Transepithelial Na+ absorption mediated by epithelial Na+ channels (ENaC) is important for Na+ and fluid balance. The activity of ENaC is regulated by an array of physiological factors, many of which exert their effects on the channel via G-protein-coupled receptors. For example, intracellular ions exert their effect on ENaC via Gαo (Komwatana et al., 1996) and Gαi2 (Dinudom et al., 1995), whereas the inhibitory effect of purinergic receptor activation on ENaC is mediated via an unidentified pertussis toxin-sensitive G-protein (Kunzelmann et al., 2005). The Gq family, Gq, G11, G14 and G15/16, plays an important role in the regulation of the function of a variety of ion channels and transporters. For instance, Gq modulates L-type and N-type Ca2+ channels (Gamper et al., 2004; Lu et al., 2005), TRPC4 (Otsuguro et al., 2008) and TASK-1 and TASK-3 K+ channels (Chen et al., 2006). So far, the mechanisms and extent to which ENaC is modulated by Gq family G-proteins remain largely unexplored.
To investigate the potential regulation pf ENC by Gq family members, we expressed constitutively active mutants of Gαq, Gα11 and Gα14 in Fisher rat thyroid (FRT) cells cotransfected with ENaC and in mouse collecting duct (M1) cells. All α-subunits of Gq family proteins exerted a strong inhibitory effect on the activity of ENaC in both cell types. The effect of Gαq on ENaC, however, was not mediated via the traditional signaling molecules downstream of GPCR activation, such as PLC, PKC or MAP kinases. We also found that Gαq had no effect on the abundance of ENaC at the cell membrane and that its effect on ENaC was independent of Nedd4-2. We further found that the effect of Gαq on ENaC was inhibited by Grk2, although the kinase activity of Grk2 was not involved in its inhibition of the Gαq effect on ENaC. This effect of Grk2 was totally dependent on the presence of its Regulatory of G-protein Signalling (RGS) domain.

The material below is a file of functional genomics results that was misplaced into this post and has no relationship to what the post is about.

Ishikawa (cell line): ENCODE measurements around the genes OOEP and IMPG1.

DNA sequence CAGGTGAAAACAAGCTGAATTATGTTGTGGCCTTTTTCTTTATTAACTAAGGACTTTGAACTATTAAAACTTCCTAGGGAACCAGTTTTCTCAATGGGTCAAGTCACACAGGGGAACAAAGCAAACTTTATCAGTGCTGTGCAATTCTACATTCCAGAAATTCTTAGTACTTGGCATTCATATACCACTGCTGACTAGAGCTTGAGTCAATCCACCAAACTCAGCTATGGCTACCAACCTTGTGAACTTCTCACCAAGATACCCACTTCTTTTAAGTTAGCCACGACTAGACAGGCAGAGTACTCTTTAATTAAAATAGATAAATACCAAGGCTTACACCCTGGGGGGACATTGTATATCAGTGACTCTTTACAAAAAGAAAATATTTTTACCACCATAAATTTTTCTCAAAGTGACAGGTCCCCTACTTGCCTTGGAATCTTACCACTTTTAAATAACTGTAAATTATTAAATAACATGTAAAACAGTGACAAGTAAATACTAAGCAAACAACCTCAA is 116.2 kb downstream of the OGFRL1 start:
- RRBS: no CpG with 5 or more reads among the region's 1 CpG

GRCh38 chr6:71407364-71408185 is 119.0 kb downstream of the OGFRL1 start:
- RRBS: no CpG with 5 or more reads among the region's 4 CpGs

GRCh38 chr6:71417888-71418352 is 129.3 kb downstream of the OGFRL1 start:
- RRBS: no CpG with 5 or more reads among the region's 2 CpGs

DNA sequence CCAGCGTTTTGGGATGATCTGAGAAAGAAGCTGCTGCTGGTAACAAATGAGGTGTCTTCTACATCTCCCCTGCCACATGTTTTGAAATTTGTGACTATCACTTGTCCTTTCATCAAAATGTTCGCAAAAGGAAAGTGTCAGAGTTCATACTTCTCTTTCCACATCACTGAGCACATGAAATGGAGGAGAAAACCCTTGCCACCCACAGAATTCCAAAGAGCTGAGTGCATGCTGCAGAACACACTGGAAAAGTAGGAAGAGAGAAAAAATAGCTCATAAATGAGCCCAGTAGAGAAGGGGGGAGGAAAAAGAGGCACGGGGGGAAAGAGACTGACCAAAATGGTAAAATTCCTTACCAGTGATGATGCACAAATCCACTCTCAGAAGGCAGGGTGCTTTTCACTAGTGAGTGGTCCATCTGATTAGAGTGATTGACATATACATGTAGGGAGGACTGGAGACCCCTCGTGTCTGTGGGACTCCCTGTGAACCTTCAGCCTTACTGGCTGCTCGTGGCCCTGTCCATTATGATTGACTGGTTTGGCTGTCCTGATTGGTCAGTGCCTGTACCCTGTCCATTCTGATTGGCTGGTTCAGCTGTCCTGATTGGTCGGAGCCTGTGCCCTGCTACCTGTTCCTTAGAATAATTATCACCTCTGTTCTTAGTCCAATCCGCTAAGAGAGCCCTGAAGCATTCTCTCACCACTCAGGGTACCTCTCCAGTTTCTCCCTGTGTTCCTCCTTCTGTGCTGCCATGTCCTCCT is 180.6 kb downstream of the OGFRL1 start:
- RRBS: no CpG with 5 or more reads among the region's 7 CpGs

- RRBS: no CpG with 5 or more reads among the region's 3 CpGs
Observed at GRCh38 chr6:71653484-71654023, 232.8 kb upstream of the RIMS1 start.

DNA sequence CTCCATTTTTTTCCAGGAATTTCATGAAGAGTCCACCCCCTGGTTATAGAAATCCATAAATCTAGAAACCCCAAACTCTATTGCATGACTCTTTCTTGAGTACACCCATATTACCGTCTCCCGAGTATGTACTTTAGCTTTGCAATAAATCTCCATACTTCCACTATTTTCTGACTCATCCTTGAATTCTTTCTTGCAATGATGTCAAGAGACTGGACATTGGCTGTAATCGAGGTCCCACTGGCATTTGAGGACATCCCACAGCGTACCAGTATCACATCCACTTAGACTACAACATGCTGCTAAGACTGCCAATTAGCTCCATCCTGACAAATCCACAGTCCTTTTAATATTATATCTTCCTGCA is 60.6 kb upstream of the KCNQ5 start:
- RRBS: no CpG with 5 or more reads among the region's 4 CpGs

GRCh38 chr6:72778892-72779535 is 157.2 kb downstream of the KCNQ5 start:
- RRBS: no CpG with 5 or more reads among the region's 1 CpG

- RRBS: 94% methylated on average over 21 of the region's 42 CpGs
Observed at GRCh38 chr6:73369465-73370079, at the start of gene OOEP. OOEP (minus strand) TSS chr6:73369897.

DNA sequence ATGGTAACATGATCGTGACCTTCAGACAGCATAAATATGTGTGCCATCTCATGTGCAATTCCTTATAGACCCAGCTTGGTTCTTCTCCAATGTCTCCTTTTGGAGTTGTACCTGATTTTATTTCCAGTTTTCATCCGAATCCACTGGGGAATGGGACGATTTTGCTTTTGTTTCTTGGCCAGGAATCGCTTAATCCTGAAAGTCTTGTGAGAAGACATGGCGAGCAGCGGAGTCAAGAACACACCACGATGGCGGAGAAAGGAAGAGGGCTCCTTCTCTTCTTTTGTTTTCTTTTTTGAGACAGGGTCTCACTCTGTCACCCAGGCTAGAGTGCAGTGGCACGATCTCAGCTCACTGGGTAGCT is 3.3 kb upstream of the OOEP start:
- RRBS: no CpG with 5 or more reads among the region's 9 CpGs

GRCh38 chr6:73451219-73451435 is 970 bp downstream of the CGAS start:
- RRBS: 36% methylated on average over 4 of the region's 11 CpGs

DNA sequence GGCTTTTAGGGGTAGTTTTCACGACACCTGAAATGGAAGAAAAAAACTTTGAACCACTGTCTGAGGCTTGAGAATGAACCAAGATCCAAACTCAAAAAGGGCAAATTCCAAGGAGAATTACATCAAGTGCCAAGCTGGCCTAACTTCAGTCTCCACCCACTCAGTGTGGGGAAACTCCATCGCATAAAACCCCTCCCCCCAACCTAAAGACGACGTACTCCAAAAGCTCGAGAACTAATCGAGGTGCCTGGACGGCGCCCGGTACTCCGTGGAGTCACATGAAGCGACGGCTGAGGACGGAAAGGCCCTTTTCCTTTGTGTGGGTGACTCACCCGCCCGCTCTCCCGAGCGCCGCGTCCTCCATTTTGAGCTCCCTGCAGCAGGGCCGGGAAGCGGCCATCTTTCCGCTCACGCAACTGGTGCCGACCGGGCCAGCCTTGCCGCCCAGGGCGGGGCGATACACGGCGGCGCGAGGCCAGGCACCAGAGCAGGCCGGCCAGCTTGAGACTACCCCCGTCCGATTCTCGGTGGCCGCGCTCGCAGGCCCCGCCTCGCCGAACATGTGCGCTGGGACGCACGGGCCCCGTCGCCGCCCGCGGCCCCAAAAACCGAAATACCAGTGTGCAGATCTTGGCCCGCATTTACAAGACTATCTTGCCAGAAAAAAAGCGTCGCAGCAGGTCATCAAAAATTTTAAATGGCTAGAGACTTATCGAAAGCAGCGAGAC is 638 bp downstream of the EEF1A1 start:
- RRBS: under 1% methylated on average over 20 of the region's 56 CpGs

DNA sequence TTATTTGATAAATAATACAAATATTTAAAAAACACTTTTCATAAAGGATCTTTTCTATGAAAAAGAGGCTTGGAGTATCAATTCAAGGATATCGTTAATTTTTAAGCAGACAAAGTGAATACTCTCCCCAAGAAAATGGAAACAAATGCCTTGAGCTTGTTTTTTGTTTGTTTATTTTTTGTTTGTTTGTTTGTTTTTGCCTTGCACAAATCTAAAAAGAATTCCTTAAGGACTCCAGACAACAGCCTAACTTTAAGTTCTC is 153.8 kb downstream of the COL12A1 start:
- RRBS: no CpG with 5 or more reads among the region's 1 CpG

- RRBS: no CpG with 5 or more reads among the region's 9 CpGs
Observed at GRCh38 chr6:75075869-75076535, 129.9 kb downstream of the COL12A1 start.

We conclude that the activity of ENaC is regulated by multiple G-protein signalling mechanisms that differentially influence the activity and the membrane expression of the channel. Grk2 acts as a negative regulator of G-protein-dependent regulation of ENaC in two different ways. The kinase activity of Grk2 renders G-protein-mediated regulation of ENaC, such as that of Gαo, ineffective (Dinudom et al., 2004). Additionally, similar to other RGS-like proteins, the structural domains of Grk2 impinge on the activity of free Gαq, possibly by accelerating its hydrolysis of GTP, and so render them unable to propagate signals to modulate function of ENaC.
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